They spoke out after concern was raised over a new variant found in Bristol last week that is similar to the South African virus and listed as a “variant of concern”. It was reported that this variant – characterised by key mutations from Kent and South Africa – could spread fast and also get past immunity from vaccines. It is the latest in a series of variants that have caused alarm for the Government and its Scientific Advisory Group for Emergencies (SAGE). The Kent variant discovered in September led to a third lockdown being brought in at the end of 2020 and shattered Christmas plans for families across the UK.
But other leading experts dismissed the latest “variant of concern” and insist we should not panic as intensive surge testing for the South African variant is being conducted in several parts of the country.
Speaking in a personal capacity, Professor Robert Dingwall, a member of the Government’s New and Emerging Virus Threats Group – Nervtag – said: “We should not be panicking about these variants.
“The sort of variants we will see are such a small drift from the original virus that they do not change it in a radical way.
“The changes we have seen and we will see are pretty minor modifications of the virus which can be easily matched by the vaccine or tweaks to it.”
He also questioned the need for quarantine hotels which were announced by Secretary of State for Health Matt Hancock as a measure to prevent variants arriving from 33 “red list” countries.
He said: “I fail to see how hotels will keep variants out. Shutting borders does not stop variants emerging. Variants spontaneously appear in the UK as anywhere else and you cannot totally shut borders because we rely on imports of food and medicine.
“I’m confident in our ability to fine tune vaccines if they become less effective against some new variant but any of the vaccines will still reduce severe disease, protect the NHS and allow us to get on with our lives.”
Professor Anthony Brookes, geneticist from the University of Leicester said: “I question whether we are over interpreting the significance of new strains.
“A new strain only needs a slight advantage over others to take off and become dominant. This is because all the different strains compete with each other.”
“New strains occur naturally all the time with any virus. It is futile to try and stop them from emerging and becoming dominant.”
Professor Hugh Pennington – a public health expert from the University of Aberdeen said: “We have enough virus buzzing around for variants to occur in this country. It is impossible to predict which will take off but if one was to become resistant to the coronavirus vaccine it would be unheard of. It has never happened with any other vaccine.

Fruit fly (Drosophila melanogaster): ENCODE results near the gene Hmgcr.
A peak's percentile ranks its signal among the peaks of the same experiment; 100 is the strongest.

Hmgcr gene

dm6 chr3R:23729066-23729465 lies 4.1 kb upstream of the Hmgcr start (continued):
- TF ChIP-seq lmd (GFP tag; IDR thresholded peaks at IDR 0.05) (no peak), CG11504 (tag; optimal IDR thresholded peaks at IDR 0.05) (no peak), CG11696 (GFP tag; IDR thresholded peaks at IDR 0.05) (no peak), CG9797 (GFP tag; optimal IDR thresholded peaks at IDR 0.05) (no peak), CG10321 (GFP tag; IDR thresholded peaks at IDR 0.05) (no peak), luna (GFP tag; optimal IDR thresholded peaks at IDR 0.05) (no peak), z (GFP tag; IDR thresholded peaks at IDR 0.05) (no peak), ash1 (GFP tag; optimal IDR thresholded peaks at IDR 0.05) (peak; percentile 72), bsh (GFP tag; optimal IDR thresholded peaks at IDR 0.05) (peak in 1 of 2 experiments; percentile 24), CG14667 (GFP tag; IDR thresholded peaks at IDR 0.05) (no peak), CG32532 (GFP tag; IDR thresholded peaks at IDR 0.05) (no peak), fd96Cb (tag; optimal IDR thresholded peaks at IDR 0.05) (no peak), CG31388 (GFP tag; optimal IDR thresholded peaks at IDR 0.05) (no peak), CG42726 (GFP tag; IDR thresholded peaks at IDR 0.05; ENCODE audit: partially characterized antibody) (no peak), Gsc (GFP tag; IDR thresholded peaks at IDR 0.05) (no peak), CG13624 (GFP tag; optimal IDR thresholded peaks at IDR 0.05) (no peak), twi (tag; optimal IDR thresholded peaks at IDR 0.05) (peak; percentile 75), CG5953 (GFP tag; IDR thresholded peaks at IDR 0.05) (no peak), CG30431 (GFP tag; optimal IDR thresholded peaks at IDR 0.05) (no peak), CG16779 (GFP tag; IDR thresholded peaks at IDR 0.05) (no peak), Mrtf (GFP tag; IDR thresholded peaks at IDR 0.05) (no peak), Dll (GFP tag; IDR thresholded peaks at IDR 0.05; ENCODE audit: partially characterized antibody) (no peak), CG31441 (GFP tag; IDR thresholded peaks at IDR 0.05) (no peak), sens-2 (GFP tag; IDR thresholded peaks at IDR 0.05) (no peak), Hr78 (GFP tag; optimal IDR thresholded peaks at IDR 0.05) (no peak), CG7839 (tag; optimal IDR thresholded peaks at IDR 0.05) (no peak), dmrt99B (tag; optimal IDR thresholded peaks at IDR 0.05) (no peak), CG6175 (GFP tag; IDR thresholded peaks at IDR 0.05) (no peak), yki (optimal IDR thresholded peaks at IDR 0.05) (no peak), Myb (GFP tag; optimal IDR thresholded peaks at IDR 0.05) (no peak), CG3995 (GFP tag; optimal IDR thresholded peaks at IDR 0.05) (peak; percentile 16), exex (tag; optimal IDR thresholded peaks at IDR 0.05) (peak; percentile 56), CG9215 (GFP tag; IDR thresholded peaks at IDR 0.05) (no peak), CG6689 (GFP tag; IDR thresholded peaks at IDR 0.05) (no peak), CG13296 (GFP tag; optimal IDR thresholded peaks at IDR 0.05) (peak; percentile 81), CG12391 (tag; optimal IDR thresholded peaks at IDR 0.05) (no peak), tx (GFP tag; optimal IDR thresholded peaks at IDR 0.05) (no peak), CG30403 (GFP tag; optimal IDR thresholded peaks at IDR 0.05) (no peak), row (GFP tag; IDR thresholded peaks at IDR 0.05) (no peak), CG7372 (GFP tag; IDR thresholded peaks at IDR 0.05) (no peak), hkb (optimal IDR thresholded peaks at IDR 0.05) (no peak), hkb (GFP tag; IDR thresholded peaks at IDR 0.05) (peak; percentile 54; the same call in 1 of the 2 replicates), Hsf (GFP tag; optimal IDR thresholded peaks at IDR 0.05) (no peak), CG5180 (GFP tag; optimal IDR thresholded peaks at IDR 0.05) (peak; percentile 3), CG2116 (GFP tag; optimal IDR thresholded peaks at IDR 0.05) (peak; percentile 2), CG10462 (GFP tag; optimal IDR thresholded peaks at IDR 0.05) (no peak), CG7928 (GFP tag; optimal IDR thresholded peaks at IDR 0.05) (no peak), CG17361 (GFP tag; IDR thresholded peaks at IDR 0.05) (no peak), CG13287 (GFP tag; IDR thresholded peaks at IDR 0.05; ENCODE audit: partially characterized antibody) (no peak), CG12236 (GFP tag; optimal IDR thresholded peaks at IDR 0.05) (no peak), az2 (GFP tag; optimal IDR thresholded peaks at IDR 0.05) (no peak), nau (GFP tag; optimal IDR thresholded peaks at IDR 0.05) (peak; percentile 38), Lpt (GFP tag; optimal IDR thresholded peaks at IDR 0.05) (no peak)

“However, if such a thing were to happen and it mutated enough we would have good advance warning as we would pick it up quickly with the level of surveillance we have combined with the sequencing we are doing, and this information could be passed to vaccine manufacturers. This is not something that will wipe out the benefits of the vaccine programme.”
Scientists first raised alarm over new variants in December after the discovery of a Kent variant in September which was said to be 70 per cent more transmissible by scientific modellers.
This modelling was instrumental in the justification of a third lockdown as well as cancellation of Christmas plans for families.
Since then there have been concerns over strains from Brazil, South Africa and now Bristol.
These discoveries on samples sent to Public Health England triggered the rollout of surge testing across large parts of the country with every result being sequenced for signs of mutation.
And last week Matt Hancock announced new rules intended to reduce the introduction and transmission of variants. Travellers having to stay in quarantine hotels in England will be charged £1,750 for their stay. The measures, which come into force tomorrow, apply to UK and Irish residents returning from 33 red list countries.
Surge testing is being carried out in parts of Hampshire, Walsall and Middlesbrough after cases of the South African variant were found. Anyone over the age of 16 is being urged to get tested whether they have symptoms or not as officials introduce door-to-door testing and new centres.
The operation in Walsall has also been extended in response to a confirmed second case of the variant which is not believed to be linked to international travel.
The discovery of a case in the village of Bramley, near Basingstoke, was announced yesterday with rapid testing to begin this week.
Meanwhile a vaccination centre in Surrey had to be evacuated after a fire broke out. Surrey Fire and Rescue Service said people left Emberbrook Community Centre in Thames Ditton on Saturday before firefighters arrived at 3.33pm.